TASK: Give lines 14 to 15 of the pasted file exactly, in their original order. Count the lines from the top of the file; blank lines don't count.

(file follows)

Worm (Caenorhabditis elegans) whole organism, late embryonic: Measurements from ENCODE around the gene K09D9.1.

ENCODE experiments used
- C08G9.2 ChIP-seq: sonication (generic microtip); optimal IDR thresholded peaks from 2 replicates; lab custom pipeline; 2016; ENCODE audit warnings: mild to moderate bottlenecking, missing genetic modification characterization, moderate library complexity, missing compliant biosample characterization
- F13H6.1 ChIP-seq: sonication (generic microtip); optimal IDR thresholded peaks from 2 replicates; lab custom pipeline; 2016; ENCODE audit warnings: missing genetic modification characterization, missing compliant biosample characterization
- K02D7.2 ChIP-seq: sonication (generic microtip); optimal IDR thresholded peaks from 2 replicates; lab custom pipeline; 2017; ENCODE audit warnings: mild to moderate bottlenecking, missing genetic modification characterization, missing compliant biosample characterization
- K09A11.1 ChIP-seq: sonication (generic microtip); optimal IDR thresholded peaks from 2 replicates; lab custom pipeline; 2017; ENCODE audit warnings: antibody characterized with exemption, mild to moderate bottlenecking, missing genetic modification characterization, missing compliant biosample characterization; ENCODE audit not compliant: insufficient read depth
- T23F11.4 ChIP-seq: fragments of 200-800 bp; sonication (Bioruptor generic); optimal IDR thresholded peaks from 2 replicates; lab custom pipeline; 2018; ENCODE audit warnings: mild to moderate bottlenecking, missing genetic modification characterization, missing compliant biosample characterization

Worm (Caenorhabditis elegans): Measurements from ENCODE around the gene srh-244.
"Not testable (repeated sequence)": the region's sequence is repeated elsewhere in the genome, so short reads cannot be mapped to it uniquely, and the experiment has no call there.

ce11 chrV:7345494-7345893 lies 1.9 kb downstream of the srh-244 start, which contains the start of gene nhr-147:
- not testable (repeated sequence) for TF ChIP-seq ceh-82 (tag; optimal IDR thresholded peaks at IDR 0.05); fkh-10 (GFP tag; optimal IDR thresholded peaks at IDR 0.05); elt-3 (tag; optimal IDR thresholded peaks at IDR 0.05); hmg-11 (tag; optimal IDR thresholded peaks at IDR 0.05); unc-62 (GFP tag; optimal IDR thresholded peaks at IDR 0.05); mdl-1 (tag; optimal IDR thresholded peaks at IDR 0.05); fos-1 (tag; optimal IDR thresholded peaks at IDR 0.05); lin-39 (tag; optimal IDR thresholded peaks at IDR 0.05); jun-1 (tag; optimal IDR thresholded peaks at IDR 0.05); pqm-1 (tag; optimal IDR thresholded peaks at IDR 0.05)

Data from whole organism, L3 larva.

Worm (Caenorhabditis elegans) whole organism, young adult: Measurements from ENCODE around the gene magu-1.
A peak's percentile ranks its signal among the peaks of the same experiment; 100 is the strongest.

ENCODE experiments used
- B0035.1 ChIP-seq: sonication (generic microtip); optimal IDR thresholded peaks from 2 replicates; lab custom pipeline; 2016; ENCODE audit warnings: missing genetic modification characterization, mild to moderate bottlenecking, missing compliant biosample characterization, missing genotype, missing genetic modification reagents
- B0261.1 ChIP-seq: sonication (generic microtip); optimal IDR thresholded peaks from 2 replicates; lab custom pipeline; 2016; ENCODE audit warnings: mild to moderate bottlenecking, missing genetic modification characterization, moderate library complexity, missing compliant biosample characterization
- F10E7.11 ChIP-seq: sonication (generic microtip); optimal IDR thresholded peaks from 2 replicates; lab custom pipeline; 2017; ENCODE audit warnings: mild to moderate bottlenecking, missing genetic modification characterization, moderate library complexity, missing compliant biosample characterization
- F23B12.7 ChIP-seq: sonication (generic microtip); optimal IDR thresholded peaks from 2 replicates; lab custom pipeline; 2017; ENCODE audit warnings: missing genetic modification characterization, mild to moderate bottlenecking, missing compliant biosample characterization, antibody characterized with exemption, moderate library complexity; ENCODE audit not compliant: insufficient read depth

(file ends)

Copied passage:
A peak's percentile ranks its signal among the peaks of the same experiment; 100 is the strongest.

ENCODE experiments used